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No, that's an unnecessarily layer of administrivia. The process should
be inclusive, not exclusive. The process should help, not hinder for the
purposes of building somebody a kingdom.
I recommend you propose a change and lobby hard for the change.
And, you can do a slew of changes and such, so that the system gets
overwhelmed with a bunch of techwriter activity, so administering
techwriter docs becomes a pain.
From: techwr-l-bounces+sean -dot- brierley=ipc -dot- com -at- lists -dot- techwr-l -dot- com
[mailto:techwr-l-bounces+sean -dot- brierley=ipc -dot- com -at- lists -dot- techwr-l -dot- com] On
Behalf Of James Barrow
Sent: Tuesday, July 10, 2007 10:42 AM
To: 'Techwr-L List'
Subject: Document Creation/Change
A little background information first, if you please.
The company that I work for uses Sharepoint to store documents. It uses
it poorly, but uses it nonetheless.
The company has your standard departments Development, Project
Management, Business Integration, Architecture, etc. The sum total of
the employees in those department is ~150.
I was asked to assist a contracted resource in cleaning up our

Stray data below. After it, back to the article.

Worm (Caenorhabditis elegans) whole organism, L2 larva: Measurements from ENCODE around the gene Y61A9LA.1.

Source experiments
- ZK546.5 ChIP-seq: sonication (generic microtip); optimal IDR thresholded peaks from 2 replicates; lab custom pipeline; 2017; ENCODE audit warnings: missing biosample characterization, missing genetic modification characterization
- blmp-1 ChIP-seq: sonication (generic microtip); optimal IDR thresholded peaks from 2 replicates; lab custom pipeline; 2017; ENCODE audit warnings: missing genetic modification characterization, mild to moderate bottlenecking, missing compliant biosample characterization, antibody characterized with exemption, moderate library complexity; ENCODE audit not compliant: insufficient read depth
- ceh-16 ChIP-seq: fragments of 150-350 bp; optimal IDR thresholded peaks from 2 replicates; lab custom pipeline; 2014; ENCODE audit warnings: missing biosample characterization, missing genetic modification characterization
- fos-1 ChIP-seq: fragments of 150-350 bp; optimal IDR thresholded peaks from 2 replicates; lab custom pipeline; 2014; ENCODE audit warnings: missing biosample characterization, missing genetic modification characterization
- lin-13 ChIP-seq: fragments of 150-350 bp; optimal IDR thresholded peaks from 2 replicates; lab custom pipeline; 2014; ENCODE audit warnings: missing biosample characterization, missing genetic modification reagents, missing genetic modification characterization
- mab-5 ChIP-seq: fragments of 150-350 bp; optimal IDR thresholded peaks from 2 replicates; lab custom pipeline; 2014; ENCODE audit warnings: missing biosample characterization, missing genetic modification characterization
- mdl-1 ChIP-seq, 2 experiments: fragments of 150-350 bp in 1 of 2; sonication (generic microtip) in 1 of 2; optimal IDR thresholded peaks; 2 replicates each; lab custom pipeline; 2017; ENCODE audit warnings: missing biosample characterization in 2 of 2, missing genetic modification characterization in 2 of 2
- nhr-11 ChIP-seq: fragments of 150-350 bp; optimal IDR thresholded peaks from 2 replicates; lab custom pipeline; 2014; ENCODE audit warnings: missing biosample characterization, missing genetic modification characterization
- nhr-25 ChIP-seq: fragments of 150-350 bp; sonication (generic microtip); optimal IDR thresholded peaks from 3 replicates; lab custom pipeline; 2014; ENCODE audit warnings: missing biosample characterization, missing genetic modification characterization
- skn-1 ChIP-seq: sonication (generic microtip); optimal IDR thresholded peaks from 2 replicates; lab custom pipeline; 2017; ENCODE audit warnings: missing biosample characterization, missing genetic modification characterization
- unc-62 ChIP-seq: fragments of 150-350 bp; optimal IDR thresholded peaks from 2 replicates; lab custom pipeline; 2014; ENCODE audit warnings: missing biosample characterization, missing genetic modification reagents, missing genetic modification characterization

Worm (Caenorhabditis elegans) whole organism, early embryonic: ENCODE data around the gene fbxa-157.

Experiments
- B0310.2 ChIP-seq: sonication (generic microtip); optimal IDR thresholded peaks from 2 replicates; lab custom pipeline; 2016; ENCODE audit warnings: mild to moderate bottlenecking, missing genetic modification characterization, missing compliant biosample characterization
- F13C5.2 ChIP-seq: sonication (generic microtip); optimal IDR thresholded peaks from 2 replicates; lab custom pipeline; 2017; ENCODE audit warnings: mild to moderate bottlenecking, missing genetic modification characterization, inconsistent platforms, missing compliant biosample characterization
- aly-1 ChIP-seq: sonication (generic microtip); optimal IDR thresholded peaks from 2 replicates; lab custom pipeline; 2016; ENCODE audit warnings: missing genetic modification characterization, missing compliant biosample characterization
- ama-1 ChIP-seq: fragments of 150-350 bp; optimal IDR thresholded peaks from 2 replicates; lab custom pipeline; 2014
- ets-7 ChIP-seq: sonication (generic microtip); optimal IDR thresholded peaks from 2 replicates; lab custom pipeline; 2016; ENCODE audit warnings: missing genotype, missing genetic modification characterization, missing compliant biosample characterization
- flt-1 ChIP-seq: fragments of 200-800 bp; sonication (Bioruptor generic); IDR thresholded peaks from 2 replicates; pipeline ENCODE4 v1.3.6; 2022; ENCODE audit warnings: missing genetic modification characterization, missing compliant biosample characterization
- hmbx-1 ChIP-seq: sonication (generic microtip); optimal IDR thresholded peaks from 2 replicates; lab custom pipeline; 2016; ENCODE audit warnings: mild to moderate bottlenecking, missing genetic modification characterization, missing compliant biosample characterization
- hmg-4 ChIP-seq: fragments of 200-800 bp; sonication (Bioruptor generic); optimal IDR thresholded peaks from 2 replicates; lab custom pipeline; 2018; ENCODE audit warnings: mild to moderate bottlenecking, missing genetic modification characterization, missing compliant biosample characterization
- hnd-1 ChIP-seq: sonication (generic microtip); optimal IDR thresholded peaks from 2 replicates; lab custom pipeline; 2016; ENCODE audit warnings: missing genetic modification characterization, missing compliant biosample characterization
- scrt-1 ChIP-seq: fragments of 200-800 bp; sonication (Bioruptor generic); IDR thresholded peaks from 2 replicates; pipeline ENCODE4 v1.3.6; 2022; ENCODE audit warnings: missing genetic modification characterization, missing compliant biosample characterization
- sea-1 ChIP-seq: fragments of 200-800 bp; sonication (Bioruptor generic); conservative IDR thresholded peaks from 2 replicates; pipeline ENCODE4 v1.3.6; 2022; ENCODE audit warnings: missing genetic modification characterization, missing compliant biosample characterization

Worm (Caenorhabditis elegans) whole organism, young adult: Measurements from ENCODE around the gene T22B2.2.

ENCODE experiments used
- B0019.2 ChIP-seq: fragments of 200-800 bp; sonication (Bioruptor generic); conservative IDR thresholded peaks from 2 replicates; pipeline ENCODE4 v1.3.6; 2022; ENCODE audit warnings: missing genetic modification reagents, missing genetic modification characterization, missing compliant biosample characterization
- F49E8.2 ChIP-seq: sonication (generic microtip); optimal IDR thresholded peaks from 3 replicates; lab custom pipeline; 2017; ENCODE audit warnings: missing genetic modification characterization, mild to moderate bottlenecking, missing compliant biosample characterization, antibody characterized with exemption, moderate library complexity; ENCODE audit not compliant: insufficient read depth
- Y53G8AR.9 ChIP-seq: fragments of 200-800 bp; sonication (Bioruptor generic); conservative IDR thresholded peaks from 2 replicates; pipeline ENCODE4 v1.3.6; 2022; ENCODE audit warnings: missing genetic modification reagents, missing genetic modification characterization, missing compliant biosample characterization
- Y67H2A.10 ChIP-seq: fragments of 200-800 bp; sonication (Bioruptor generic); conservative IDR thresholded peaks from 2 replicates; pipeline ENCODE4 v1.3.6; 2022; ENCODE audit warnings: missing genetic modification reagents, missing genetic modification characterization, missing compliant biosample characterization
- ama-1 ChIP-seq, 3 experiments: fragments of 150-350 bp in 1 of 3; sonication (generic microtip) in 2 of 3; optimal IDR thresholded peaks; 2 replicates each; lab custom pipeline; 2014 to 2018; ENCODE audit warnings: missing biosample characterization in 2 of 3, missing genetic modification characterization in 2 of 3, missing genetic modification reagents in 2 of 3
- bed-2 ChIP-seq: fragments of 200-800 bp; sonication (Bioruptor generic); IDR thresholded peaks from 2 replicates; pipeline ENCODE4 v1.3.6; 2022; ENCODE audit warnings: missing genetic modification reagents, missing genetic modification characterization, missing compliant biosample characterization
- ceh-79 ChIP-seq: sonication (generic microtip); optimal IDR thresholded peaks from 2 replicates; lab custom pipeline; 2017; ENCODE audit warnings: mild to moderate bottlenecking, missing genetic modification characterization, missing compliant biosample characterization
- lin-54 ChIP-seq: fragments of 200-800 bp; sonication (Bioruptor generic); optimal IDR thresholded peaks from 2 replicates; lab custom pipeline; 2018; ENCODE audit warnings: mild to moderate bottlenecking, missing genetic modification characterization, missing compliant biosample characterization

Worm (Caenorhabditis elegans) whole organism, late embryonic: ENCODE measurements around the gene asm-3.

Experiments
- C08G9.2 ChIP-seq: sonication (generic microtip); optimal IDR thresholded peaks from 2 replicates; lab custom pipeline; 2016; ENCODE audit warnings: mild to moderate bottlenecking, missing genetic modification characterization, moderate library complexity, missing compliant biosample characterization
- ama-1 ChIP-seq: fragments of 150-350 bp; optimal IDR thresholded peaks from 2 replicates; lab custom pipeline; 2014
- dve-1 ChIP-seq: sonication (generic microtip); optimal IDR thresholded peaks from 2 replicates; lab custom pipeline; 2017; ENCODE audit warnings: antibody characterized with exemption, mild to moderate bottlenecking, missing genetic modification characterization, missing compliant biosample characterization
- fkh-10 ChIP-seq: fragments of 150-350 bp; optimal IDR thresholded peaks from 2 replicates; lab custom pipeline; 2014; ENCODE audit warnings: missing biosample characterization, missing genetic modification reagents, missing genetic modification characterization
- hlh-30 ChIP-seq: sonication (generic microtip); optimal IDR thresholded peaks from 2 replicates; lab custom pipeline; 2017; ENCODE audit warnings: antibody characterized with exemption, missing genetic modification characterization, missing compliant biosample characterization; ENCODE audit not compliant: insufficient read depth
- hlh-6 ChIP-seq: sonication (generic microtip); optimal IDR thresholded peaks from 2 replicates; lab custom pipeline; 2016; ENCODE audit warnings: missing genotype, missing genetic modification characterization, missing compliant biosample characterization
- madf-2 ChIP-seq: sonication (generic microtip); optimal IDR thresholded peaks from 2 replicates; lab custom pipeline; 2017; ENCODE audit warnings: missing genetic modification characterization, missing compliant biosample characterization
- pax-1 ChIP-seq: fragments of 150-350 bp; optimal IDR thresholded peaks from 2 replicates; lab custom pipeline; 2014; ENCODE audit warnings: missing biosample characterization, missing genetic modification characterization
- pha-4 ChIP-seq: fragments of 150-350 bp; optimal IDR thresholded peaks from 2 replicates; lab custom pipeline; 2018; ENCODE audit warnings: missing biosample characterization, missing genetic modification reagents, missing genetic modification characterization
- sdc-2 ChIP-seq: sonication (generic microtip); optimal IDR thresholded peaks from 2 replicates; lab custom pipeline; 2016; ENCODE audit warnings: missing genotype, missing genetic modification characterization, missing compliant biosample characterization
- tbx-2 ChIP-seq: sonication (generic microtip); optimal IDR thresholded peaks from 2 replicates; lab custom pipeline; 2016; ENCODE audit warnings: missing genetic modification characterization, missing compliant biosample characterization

Sharepoint site. This included creating a document creation/approval
process. So that I did.
My plan was to load all of my document templates onto the Sharepoint
site and allow all employees to create documents from within the site.
So, for example, Ted from Development could create a document and, when
he was satisfied with his draft, could click "Submit," which would
forward the doc to his manager for approval or rewrite. When his
manager clicked "Submit,"
it would forward the document to me. I would act as the gatekeeper
ensuring the accuracy of the doc, correct format, and whether or not the
document had already been created. Once I was done with the doc, I
would forward the doc to the respective project manager so that the
document could be marked as completed in the project plan. Once the
project manager was done with the doc, he would submit it to the
appropriate business unit for (realistically) a rubber stamp approval,
which would then cause the document to appear in the Sharepoint site.
Unfortunately, this was shot down. The PMO changed the process so that
all document templates and requests for new documents has to be approved
by them. Once approved, all meetings that the tech writers conduct with
SMEs has to be approved by them also. To top it off, once a tech writer
submits a doc to the PMO, he or she gives up all control of that
document, meaning that I only have read-only access to the documents
that I created...unless special permission is granted.
I understand that a project manager is responsible for the success of a
project, but has anyone heard of a project management office seizing so
much control over documentation?
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